There are some who, even as adults, cannot move beyond the bondage of petty resentments, jealousy, regret and anger they experienced (or perceived) from their upbringing – and that is sad.  There are some who feel mad or victimized by their family or other life experiences. Fortunately, whether such experiences or perceptions are legitimate or not, there is a way forward – and it’s not to ruminate on the same old cud or to constantly bind oneself to narratives that don’t elevate living or serve a higher purpose.  Learning to live in gratitude for that which is good on the balance beam of life, helps us each march forth (and move beyond) those things (and people) that are bad. My mother’s legacy taught me that, just as with gymnastics, life is not one huge pass/fail event but, rather, a series of the smallest of good elements that, put together, add up to great execution. The collective of those small, good things is more important and meaningful than any bad thing – even the big, bad things. So, today and every day, move beyond, march forth and think about the legacy you, yourself, will be leaving to others.  Give it your all – and remember to stick the finish, for the win. 

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Happy 60th Mr. Beck! (to me, you’re still a 30-year-old – but with 30 years more experience 😉 ❤️)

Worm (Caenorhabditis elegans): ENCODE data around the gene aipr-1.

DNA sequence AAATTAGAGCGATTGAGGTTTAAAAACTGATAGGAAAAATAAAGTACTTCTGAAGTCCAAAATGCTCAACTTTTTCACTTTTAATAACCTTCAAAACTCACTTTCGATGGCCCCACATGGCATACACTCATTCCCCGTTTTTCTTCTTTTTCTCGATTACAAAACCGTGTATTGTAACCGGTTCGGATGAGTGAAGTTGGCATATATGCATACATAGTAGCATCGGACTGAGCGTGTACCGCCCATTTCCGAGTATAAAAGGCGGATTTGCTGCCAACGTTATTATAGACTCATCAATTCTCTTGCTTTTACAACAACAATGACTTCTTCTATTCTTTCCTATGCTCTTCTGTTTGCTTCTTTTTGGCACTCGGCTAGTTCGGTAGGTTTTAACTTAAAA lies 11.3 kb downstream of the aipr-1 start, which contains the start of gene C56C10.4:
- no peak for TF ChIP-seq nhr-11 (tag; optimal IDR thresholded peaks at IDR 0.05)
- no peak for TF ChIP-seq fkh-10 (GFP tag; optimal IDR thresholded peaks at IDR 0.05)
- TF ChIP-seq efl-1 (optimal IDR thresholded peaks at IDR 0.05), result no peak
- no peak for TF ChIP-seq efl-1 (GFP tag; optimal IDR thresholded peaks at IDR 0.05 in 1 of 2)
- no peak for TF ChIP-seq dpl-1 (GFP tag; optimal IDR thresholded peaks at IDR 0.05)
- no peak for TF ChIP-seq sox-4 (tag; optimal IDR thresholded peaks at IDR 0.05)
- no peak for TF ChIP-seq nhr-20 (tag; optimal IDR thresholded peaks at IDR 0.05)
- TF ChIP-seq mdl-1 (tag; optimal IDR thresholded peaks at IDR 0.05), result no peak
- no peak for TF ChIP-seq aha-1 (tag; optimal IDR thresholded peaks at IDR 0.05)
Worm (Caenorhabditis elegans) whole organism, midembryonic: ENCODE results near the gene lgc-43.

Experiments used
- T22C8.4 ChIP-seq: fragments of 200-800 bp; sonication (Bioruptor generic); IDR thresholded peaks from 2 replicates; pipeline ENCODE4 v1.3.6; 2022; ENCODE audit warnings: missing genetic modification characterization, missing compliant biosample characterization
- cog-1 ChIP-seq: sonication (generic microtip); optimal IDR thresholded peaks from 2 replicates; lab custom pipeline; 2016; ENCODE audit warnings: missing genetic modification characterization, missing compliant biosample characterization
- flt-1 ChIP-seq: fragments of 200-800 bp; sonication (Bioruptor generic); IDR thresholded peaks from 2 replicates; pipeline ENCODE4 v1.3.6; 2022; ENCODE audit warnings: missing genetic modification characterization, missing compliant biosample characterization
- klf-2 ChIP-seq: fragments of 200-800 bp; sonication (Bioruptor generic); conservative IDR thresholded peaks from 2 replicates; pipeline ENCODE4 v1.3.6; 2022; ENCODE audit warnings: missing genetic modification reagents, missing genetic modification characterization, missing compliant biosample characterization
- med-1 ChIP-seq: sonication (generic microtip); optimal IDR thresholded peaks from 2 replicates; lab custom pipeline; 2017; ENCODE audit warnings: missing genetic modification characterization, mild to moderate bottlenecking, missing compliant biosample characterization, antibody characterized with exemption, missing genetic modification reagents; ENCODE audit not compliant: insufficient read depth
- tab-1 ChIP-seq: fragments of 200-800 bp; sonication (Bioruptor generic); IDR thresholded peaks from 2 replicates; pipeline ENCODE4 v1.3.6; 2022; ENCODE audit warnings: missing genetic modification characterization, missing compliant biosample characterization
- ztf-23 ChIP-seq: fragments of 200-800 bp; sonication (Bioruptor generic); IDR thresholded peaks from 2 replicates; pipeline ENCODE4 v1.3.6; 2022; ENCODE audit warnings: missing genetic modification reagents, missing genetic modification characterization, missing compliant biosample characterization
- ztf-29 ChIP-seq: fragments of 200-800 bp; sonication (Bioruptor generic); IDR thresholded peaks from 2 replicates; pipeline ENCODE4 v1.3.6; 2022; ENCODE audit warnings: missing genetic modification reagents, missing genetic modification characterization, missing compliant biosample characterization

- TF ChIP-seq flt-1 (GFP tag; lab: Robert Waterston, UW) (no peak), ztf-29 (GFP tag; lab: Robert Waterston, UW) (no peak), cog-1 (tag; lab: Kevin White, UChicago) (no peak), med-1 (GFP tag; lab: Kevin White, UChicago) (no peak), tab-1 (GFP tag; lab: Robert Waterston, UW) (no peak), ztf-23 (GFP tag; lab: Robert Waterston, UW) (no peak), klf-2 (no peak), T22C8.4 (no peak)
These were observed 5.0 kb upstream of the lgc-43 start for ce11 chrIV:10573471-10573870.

IMG_5584Today is my wonderful (and dashing) husband’s 60th birthday.  He doesn’t have a Facebook page. He’s not one for a lot of fanfare and he’s a bit uncomfortable in the spotlight. He doesn’t expect a celebration (we’re giving him one anyway, of course). Despite all of that, in honor of this special life milestone, a birthday tribute to him seems fitting (and fun).

Thirty-two years ago, we were married. This makes us officially married for more than half of his entire six decades of adult life (and, *cough, cough* over half of my six decades, too, as I’m even older). For all of those years together – and for so much more – I am incredibly thankful.  There has not been a day, since the day we first met, that I have not believed in him, been cheered on by him and been incredibly attracted to him.  For those who do not know our story of friendship and love, suffice it to say that God stepped into my life, at the right time and in all the right ways, to make sure we found one another. For sure, Gary was an answer to my prayers.   He and God somehow carefully choreographed the entire romance and secured our happily-ever-after.